World War II veterans honored
Residents at the Eudora Nursing Center honored eight men Dec. 7 for their work and sacrifice during World War II.
The veterans' combined experience spanned across battlefields and bases on different sides of the world.
Although each of the men experienced different aspects of the war, they all received the same honor in commemoration of the 64th anniversary of the bombing of Pearl Harbor -- a medallion and pin emblazoned with the logos of the different branches of military service and symbols of allied victory.
Lawrence Veterans of Foreign Wars No. 852 commander Vern Russell presented the awards.
"It went over real well," Russell said. "A lot of people were real happy we came down to the nursing home and thanked the World War II veterans because they are the greatest generation and sometimes they don't get the accolades they should because time has passed."
Kansas State Representative Barbara Ballard originally obtained the medals from Washington, D.C., for an award ceremony on Veteran's Day at the Dole Institute of Politics at Kansas University.
Because the nursing home residents couldn't attend the ceremony in Lawrence, Eudora Nursing Center administrator Rheva Victor worked with Lawrence resident Bob Lewis to bring the medals to Eudora.
Victor and Lewis' combined effort culminated in the recognition event, which included the veterans, nursing center residents and the veterans' families.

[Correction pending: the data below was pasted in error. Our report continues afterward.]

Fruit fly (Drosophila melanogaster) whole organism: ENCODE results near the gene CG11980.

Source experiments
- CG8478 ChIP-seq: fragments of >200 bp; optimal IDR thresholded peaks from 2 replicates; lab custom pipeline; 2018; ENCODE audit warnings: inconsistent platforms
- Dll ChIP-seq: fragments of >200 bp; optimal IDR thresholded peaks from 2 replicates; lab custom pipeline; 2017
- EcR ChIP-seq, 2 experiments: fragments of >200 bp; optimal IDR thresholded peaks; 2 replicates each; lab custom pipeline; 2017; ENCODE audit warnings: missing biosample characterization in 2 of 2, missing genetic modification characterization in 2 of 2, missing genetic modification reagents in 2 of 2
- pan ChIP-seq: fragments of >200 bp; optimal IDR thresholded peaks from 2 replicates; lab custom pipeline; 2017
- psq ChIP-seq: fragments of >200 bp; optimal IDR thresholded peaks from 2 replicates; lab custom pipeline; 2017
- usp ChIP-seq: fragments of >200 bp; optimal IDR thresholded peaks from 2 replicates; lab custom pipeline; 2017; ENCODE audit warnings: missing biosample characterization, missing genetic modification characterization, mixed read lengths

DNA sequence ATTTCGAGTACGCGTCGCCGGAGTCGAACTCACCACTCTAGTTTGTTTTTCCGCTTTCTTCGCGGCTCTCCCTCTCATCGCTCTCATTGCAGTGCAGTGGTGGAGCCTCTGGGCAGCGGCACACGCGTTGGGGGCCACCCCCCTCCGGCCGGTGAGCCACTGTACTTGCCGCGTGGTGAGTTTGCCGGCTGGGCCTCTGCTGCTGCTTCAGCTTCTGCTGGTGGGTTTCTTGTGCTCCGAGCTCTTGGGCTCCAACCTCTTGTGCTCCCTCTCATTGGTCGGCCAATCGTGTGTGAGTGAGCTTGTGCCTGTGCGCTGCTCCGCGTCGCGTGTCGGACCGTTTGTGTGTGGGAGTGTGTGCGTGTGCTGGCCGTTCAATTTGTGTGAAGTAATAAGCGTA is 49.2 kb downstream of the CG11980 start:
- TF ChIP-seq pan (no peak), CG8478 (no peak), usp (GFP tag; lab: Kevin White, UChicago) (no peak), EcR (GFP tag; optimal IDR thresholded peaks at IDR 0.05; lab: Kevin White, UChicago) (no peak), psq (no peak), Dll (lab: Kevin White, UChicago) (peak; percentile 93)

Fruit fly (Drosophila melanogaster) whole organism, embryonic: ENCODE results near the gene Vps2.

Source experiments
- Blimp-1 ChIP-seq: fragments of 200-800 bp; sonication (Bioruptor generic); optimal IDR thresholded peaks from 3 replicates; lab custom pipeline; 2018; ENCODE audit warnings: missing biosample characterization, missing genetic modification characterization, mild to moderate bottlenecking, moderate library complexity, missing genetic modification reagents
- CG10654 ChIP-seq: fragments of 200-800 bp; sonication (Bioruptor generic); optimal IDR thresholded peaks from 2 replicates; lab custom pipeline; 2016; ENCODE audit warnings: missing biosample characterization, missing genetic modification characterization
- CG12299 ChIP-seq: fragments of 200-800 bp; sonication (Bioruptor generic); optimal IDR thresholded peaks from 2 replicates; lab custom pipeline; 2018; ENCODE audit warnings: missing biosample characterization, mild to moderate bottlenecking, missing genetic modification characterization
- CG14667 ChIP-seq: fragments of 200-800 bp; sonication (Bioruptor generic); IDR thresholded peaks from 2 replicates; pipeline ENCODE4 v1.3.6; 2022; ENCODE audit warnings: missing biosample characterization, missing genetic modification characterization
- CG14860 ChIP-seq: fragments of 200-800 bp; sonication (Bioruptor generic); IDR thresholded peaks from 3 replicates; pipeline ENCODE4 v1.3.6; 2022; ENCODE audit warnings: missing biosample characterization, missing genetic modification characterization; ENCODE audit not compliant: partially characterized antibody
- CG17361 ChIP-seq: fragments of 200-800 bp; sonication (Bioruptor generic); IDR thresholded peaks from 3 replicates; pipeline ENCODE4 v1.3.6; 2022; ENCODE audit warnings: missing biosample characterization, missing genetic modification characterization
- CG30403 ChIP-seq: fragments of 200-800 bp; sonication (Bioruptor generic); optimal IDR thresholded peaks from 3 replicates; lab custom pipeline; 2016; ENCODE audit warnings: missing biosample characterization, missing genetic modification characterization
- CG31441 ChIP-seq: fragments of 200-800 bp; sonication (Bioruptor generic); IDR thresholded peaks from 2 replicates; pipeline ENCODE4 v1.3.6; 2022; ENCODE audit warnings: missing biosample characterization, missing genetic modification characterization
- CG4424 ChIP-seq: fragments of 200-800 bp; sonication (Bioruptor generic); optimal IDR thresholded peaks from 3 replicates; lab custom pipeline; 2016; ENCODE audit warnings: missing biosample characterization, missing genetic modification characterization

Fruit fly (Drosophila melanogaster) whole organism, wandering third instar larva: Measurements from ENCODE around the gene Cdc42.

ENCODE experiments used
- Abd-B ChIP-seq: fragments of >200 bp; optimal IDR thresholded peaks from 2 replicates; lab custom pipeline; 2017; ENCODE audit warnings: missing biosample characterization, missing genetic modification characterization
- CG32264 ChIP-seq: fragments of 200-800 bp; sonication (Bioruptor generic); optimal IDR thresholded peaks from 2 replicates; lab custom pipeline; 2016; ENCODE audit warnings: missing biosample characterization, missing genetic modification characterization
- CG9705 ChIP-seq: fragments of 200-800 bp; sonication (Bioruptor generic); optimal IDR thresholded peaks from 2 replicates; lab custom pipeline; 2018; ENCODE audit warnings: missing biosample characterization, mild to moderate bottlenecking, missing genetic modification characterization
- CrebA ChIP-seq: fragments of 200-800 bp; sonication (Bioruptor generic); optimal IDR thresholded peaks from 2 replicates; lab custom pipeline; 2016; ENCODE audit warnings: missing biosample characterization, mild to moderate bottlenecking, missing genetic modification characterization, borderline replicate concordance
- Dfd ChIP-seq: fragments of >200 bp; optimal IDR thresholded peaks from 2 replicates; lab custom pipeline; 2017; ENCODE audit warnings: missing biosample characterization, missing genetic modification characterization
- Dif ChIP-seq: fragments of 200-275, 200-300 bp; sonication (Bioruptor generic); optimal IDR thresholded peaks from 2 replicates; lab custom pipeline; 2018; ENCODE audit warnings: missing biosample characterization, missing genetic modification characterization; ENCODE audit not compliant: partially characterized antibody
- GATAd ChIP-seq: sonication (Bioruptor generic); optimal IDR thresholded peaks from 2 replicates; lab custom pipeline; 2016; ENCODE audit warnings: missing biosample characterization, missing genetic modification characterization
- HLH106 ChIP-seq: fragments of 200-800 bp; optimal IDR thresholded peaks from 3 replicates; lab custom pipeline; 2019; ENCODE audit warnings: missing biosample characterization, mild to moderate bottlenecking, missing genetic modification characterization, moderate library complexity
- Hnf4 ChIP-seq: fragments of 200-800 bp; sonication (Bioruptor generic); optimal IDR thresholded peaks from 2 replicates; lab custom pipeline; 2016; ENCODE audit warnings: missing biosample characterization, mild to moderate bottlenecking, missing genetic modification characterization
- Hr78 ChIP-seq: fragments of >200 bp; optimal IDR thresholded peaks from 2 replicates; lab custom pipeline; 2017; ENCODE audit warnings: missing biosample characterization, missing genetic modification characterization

Photos of the veterans during their service days were on display.
One such picture was of George Mozingo.
Mozingo served in the United States Air Force, and even though he didn't see any action abroad, he said he still enjoyed the ceremony.
"I thought it was real good. I thought they did a real good job," Mozingo said.
Although he said he didn't often celebrate the anniversary of the Pearl Harbor attack, he did celebrate the date the year after the war ended.
"We had a square dance," Mozingo said.
At the time he lived in a small town of about 1,000 people ---- some of whom fought in the war, Mozingo said.
Seeing the pictures and other events surrounding the Pearl Harbor date brought back memories for other veterans in the nursing center.
The memories were especially strong for Kermit Broers.
Broers was in the Army and stationed in Hawaii around the time of the attacks. He said he helped with the aftermath.
"I helped clean all the explosives from the docks, and we put them in caves in the mountains in Hawaii," Broers said.
Broers also said he remembered his time as war raged in the Phillipines.
During that time, he worked with General Douglas MacArthur becoming "his right hand man," Broers said.
The recognition event gave the veterans a chance to relive their past and get a piece of new glory.
"It was real nice, not just getting that second Medal of Honor, but to be recognized," U.S. Navy vet Duane Hayes said.